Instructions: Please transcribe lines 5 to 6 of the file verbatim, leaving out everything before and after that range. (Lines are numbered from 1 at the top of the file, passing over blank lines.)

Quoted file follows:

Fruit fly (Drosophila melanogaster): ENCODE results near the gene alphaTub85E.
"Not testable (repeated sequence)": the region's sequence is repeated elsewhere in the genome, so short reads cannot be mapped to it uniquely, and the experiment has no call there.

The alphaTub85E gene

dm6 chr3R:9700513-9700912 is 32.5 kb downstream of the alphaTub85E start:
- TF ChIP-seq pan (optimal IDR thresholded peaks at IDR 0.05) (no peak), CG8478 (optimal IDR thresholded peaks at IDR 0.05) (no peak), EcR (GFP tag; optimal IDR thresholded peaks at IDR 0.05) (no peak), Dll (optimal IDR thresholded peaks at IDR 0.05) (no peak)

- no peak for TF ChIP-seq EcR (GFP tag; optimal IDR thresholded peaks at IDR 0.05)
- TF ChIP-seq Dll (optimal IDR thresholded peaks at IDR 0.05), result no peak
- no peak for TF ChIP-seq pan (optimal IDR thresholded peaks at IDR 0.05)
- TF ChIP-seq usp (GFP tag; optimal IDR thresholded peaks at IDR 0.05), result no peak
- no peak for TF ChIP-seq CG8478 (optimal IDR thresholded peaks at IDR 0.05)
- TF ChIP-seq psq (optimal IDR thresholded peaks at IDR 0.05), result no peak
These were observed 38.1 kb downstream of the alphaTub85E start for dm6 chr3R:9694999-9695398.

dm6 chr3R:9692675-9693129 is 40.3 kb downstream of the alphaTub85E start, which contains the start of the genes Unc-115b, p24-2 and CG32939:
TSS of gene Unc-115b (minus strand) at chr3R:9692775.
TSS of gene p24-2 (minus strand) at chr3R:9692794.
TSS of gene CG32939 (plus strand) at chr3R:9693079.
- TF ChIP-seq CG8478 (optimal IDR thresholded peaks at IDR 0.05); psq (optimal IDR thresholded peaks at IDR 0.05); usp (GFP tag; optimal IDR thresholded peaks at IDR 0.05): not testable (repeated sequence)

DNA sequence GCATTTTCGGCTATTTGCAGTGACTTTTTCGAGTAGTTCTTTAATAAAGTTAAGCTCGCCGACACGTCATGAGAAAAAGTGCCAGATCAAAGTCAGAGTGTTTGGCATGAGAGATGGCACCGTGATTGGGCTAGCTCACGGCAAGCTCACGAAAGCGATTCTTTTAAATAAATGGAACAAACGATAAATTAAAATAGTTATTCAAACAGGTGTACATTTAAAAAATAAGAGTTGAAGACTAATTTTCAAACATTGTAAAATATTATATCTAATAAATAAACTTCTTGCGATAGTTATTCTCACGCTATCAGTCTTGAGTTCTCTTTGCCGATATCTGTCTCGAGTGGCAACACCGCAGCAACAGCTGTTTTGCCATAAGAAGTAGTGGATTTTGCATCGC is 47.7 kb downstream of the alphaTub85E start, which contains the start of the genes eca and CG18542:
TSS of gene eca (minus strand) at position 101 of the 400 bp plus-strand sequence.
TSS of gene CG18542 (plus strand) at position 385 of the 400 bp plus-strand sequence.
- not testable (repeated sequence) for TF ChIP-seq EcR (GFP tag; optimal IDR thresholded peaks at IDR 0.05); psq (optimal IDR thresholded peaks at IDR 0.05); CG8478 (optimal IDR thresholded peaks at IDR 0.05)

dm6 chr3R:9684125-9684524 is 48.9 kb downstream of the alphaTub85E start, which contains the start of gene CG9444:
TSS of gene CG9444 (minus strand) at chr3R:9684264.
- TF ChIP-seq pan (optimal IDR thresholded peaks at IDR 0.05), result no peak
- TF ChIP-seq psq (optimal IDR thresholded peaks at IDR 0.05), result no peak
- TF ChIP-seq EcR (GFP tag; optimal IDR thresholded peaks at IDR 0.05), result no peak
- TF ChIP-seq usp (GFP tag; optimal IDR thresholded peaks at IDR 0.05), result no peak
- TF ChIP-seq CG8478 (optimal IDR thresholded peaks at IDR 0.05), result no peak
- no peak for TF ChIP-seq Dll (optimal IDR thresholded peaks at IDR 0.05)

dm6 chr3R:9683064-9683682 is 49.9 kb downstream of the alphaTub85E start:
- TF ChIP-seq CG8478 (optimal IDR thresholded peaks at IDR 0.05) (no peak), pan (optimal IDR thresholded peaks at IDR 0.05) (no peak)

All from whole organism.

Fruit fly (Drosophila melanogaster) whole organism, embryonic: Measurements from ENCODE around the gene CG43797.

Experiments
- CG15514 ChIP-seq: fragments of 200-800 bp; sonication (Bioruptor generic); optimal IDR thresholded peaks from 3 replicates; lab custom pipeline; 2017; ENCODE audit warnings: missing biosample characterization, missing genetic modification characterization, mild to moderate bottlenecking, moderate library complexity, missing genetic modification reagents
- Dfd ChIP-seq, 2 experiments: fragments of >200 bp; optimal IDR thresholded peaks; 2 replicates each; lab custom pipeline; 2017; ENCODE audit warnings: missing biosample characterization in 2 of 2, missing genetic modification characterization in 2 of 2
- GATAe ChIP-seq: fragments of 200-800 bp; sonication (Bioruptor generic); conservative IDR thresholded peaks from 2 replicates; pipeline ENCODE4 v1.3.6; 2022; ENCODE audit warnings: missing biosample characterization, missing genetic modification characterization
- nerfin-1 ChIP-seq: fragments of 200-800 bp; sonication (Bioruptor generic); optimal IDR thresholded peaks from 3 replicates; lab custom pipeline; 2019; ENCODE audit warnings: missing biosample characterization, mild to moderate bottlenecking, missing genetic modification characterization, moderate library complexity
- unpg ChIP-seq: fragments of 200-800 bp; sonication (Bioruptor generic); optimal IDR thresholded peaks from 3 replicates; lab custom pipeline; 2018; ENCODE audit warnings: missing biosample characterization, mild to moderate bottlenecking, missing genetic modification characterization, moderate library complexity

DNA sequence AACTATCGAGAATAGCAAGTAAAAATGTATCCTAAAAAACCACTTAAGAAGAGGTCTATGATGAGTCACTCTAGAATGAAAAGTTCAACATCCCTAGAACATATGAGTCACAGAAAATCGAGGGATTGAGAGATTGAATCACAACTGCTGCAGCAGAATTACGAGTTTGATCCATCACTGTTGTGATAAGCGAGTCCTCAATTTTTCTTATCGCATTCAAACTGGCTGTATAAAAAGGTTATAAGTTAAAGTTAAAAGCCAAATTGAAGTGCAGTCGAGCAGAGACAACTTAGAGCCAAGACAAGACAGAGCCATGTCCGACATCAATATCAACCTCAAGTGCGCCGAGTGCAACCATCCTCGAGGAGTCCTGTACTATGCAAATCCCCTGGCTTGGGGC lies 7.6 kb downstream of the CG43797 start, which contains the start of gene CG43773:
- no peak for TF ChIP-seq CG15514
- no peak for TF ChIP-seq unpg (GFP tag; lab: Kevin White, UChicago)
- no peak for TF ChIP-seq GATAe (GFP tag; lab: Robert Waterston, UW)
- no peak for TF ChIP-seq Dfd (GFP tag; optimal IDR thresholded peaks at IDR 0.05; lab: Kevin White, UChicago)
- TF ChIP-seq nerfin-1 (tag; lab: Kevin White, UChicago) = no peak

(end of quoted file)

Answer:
- TF ChIP-seq pan (optimal IDR thresholded peaks at IDR 0.05) (no peak), CG8478 (optimal IDR thresholded peaks at IDR 0.05) (no peak), EcR (GFP tag; optimal IDR thresholded peaks at IDR 0.05) (no peak), Dll (optimal IDR thresholded peaks at IDR 0.05) (no peak)

- no peak for TF ChIP-seq EcR (GFP tag; optimal IDR thresholded peaks at IDR 0.05)